by Maureen McCabe on November 19, 2007

What’s a “wold?” The word “wold” reminds me of Tolkien movies… (I never read the JRR Tolkien books all I have to work with is what I saw in the movies… ) Wold is very English sounding but Tolkien’s Hobbits lived in a Shire not a Wold.  I think when I moved to Columbus in 1990 I thought Beechwold was just a fancy Anglicized (Englisher, more English?  Hoping I am not straying into matters of religion here)  a more English sounding way of saying Beechwood.

Wold from Wiktionary:

From Middle English, from the Old English weald (forest).
Plural wolds wold (plural wolds)

An unforested or deforested plain, a grassland, a moor.
(obsolete) A wood or forest, especially a wooded upland

Used in many English place-names, always hilly tracts of land. ”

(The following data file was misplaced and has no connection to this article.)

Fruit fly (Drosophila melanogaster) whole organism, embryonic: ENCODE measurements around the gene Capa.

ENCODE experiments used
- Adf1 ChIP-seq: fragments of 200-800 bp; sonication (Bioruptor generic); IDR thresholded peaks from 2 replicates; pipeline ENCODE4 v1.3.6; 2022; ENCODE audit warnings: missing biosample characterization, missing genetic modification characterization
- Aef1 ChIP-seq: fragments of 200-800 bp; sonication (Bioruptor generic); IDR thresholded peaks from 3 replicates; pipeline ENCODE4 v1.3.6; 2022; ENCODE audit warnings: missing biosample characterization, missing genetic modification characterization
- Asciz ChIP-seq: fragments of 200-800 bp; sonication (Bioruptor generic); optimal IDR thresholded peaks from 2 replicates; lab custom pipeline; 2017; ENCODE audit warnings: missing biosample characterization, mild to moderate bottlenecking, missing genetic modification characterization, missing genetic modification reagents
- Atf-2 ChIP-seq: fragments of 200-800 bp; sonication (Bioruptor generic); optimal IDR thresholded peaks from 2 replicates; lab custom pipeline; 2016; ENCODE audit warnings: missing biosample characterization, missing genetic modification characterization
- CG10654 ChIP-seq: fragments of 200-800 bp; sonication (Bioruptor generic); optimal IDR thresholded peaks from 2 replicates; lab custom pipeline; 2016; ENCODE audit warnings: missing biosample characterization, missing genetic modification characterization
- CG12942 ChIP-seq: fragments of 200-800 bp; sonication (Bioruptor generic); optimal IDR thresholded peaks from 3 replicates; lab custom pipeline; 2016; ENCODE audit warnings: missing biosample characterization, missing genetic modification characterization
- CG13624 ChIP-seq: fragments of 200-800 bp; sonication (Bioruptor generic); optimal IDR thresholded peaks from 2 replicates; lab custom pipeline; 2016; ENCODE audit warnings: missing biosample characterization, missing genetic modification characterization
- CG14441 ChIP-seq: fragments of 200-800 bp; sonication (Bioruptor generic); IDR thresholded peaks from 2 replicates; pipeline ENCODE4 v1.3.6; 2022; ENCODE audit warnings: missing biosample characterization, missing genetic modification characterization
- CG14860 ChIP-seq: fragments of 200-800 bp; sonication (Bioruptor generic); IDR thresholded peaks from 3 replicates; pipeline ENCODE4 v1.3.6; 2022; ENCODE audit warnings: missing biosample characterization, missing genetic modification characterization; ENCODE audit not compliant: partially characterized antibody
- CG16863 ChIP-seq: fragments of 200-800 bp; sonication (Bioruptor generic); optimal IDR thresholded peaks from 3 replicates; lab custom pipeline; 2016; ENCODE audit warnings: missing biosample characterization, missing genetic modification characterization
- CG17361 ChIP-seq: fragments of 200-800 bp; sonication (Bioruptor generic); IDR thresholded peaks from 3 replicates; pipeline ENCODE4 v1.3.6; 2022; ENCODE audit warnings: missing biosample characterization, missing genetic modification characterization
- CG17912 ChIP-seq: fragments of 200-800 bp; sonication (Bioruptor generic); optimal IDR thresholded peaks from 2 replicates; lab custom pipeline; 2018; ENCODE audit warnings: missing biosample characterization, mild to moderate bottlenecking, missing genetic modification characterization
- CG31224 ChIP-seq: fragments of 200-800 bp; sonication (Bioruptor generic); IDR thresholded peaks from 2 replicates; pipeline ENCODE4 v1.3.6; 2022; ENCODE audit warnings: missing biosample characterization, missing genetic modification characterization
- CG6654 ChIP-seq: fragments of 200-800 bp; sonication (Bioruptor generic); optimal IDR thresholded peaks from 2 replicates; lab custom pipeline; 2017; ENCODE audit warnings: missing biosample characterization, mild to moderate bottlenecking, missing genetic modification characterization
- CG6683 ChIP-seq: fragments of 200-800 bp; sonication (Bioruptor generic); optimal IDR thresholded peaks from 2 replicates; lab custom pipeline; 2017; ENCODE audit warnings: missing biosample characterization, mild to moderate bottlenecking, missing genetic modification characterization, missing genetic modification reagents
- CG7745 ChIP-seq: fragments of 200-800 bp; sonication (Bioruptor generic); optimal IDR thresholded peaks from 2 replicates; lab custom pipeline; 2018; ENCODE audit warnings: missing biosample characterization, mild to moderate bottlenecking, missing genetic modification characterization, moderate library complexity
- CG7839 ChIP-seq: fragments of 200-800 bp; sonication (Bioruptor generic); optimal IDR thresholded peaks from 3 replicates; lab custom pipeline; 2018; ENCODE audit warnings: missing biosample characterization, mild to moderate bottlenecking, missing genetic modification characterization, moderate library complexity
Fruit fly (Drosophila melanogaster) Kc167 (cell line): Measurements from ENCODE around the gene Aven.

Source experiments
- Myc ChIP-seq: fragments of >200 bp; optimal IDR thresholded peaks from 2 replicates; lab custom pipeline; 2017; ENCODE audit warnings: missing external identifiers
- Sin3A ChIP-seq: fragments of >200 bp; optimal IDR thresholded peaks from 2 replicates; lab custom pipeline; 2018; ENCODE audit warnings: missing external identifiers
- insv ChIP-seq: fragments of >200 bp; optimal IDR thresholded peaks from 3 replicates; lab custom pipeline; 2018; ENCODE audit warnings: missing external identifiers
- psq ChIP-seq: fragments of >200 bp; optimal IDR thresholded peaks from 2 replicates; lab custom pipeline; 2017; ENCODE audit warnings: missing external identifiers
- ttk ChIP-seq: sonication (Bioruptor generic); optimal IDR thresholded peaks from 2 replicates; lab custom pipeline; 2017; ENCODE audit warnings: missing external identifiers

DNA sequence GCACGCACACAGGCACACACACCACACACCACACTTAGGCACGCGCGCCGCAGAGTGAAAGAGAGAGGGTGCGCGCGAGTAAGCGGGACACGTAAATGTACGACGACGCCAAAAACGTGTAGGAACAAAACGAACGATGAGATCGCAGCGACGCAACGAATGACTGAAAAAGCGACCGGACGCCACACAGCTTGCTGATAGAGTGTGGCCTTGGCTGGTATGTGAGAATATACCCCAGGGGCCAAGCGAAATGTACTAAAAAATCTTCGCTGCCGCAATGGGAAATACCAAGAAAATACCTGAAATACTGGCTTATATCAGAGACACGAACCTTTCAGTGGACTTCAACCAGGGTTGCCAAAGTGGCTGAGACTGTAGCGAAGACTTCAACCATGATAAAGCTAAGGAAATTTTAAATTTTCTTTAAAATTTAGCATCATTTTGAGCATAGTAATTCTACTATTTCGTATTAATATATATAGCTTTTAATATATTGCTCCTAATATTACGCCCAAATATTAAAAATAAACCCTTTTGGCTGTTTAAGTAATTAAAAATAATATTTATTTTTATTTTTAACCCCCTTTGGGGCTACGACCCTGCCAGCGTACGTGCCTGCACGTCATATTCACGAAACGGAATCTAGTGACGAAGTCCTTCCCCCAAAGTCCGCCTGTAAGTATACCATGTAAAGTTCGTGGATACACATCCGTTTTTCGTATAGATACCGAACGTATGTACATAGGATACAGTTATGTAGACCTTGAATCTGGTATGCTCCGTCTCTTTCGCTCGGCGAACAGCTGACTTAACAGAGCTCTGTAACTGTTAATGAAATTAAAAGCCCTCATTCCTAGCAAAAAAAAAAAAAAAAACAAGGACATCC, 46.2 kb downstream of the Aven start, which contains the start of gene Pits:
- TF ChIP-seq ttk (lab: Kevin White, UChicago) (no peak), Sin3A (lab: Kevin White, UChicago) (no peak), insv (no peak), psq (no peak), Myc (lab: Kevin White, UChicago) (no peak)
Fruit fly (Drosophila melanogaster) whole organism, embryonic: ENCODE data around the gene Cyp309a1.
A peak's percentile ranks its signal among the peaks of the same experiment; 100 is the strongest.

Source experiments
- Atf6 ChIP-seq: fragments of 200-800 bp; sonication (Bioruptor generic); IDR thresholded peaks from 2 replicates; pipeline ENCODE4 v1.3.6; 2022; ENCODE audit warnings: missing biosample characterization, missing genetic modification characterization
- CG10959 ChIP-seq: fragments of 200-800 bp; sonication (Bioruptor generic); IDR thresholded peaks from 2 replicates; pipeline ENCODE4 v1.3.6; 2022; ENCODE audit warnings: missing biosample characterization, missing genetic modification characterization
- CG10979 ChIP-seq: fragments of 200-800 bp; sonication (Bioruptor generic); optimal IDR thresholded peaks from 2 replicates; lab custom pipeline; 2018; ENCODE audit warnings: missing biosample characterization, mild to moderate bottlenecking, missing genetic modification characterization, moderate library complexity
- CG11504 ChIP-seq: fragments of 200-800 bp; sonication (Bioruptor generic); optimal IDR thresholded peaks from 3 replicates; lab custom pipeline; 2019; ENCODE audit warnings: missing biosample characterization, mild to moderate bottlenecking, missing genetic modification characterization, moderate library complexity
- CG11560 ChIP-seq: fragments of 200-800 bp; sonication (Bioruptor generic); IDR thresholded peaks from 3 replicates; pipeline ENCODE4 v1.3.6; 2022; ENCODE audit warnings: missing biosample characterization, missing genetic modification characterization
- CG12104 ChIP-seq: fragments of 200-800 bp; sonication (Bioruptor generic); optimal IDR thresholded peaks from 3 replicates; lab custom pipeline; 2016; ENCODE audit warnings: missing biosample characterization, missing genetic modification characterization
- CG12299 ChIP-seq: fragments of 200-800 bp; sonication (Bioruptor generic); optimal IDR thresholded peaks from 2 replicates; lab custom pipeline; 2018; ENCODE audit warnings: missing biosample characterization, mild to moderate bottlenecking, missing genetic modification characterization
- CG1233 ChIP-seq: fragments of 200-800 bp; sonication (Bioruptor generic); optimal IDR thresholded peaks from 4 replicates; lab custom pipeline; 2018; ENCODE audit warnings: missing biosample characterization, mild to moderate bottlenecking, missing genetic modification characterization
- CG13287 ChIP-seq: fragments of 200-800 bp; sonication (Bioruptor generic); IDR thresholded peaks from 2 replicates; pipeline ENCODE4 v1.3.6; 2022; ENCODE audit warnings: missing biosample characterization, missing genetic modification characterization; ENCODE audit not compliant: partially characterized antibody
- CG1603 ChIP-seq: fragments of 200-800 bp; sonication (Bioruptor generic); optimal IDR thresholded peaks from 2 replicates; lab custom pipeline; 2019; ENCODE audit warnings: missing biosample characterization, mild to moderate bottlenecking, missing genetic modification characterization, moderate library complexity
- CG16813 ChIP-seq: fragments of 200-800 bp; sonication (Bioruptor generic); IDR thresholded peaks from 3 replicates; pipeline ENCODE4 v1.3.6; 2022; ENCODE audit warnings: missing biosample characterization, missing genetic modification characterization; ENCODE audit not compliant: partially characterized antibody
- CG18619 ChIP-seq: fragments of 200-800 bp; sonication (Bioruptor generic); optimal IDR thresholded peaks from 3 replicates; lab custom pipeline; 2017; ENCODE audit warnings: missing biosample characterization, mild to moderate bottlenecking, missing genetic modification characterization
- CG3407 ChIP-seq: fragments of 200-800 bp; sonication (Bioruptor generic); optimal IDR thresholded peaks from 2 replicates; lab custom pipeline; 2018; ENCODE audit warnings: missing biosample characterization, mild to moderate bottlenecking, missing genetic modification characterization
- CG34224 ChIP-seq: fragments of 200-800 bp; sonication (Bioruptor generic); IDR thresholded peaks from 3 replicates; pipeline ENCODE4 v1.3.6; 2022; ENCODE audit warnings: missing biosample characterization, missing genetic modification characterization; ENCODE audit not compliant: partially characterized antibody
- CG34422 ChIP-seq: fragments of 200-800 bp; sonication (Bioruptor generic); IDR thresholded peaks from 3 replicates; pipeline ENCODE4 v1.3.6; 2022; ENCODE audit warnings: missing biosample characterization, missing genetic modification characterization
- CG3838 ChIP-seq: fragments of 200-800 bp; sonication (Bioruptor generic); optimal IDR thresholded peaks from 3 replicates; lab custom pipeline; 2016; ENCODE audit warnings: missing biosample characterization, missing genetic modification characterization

I assumed Beechwold meant grove of beeches. The “unforested” vs. “forested” and the “plain” vs. “hilly”(I assumed plain meant flat) so the plain vs. hilly thing really leaves ‘wold” wide open.

Wold is one very flexible word.

Oakwold could be a grassy flat area (plain) or a hilly area with or without oak trees, of course then why the Oak? Grasswold?

I read that Beechwold was the name of the Jeffrey families home on High Street (Old Beechwold) and that’s how the Beechwold area got it’s name. Wonder why the Jeffrey family named it Beechwold… Beech trees or absence of beech trees.

Where does Clintonville end and Beechwold begin? – The Official Clintonville Site ( ) with the ongoing debate about where is Clintonville and where is Beechwold.

Clintonville / Beechwold

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